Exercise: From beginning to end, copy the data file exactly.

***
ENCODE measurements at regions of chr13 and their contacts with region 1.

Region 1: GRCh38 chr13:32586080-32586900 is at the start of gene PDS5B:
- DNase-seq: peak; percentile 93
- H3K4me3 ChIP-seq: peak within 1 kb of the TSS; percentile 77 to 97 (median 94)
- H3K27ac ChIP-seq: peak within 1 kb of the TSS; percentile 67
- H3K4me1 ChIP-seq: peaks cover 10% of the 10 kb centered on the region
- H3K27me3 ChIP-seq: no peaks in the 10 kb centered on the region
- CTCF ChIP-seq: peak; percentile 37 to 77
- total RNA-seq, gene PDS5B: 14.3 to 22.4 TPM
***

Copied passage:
ENCODE measurements at regions of chr13 and their contacts with region 1.

Region 1: GRCh38 chr13:32586080-32586900 is at the start of gene PDS5B:
- DNase-seq: peak; percentile 93
- H3K4me3 ChIP-seq: peak within 1 kb of the TSS; percentile 77 to 97 (median 94)
- H3K27ac ChIP-seq: peak within 1 kb of the TSS; percentile 67
- H3K4me1 ChIP-seq: peaks cover 10% of the 10 kb centered on the region
- H3K27me3 ChIP-seq: no peaks in the 10 kb centered on the region
- CTCF ChIP-seq: peak; percentile 37 to 77
- total RNA-seq, gene PDS5B: 14.3 to 22.4 TPM